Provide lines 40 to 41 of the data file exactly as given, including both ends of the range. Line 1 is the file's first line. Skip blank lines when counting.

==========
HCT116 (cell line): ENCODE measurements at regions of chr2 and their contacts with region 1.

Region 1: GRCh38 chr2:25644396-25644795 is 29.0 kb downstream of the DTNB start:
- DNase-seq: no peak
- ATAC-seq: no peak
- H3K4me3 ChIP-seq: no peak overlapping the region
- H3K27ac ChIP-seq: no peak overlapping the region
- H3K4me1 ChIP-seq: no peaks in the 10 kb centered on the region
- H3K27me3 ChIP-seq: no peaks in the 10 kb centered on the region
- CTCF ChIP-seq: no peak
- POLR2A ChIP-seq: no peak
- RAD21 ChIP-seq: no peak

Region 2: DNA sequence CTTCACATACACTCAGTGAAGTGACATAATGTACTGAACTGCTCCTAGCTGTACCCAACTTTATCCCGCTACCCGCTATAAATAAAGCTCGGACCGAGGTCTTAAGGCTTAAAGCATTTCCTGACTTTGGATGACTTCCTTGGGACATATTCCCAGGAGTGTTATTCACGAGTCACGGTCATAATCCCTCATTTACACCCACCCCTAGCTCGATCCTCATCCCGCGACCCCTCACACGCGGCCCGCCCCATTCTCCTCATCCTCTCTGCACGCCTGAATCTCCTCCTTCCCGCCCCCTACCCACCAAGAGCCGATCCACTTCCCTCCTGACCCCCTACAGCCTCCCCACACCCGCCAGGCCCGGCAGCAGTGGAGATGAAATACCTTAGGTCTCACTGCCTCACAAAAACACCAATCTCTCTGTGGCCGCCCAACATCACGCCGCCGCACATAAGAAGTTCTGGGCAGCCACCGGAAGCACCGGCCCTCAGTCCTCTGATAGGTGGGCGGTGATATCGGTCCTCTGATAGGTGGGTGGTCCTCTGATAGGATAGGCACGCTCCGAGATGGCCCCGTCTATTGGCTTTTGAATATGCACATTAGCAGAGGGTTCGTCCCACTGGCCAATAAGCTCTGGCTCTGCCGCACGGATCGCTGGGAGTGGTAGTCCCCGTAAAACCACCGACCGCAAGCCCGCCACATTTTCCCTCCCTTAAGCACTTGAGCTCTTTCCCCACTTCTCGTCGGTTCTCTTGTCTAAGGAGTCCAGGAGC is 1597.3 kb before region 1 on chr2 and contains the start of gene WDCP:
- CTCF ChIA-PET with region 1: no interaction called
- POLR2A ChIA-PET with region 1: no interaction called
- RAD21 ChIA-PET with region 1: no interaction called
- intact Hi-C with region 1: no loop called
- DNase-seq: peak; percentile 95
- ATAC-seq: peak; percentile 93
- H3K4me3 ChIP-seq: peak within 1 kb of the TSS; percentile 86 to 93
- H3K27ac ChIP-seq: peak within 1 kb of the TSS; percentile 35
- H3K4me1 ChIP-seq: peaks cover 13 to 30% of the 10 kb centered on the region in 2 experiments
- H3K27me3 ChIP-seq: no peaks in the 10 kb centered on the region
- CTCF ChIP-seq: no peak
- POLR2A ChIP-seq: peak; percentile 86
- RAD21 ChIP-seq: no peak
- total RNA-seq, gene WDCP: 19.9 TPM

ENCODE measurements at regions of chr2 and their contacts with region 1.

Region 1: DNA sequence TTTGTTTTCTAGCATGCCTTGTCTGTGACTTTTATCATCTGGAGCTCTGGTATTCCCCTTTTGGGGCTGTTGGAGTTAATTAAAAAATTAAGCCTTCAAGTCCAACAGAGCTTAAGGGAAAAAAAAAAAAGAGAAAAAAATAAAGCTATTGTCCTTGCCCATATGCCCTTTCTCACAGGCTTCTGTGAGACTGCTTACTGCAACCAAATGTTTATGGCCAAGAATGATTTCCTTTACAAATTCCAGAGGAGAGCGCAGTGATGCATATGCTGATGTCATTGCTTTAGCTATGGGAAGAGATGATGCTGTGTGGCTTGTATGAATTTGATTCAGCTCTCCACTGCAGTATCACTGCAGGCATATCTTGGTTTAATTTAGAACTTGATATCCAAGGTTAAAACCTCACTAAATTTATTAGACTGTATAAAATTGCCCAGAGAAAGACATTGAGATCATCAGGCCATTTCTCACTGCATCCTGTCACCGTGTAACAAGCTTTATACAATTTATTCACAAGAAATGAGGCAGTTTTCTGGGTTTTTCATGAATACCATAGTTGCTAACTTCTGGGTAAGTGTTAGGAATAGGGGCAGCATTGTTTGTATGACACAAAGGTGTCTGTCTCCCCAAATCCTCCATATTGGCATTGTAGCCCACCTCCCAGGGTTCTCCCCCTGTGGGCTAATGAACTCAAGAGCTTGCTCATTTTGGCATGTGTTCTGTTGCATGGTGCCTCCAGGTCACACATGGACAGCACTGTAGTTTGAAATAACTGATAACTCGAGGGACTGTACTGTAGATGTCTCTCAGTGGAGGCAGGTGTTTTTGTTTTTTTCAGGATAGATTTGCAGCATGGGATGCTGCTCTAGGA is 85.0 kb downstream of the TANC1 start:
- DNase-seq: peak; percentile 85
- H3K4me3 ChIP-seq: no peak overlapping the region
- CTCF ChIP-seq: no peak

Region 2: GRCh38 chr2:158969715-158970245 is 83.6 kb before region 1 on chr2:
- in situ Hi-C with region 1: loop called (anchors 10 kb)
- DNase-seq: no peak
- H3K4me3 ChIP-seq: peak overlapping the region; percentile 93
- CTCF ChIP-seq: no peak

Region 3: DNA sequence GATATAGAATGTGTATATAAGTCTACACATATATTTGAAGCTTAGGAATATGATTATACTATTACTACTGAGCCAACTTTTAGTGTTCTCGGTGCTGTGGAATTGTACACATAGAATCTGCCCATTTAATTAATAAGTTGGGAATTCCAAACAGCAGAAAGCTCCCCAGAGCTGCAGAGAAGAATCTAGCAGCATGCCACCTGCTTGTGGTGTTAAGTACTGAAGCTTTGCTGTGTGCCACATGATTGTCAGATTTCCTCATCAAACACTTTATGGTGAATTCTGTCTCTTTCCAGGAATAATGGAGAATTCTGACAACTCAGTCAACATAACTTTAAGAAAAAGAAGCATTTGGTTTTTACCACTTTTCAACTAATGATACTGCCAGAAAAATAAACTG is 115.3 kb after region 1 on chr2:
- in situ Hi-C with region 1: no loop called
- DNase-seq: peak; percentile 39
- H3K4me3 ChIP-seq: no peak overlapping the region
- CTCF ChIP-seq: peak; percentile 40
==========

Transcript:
- H3K4me3 ChIP-seq: no peak overlapping the region
- CTCF ChIP-seq: peak; percentile 40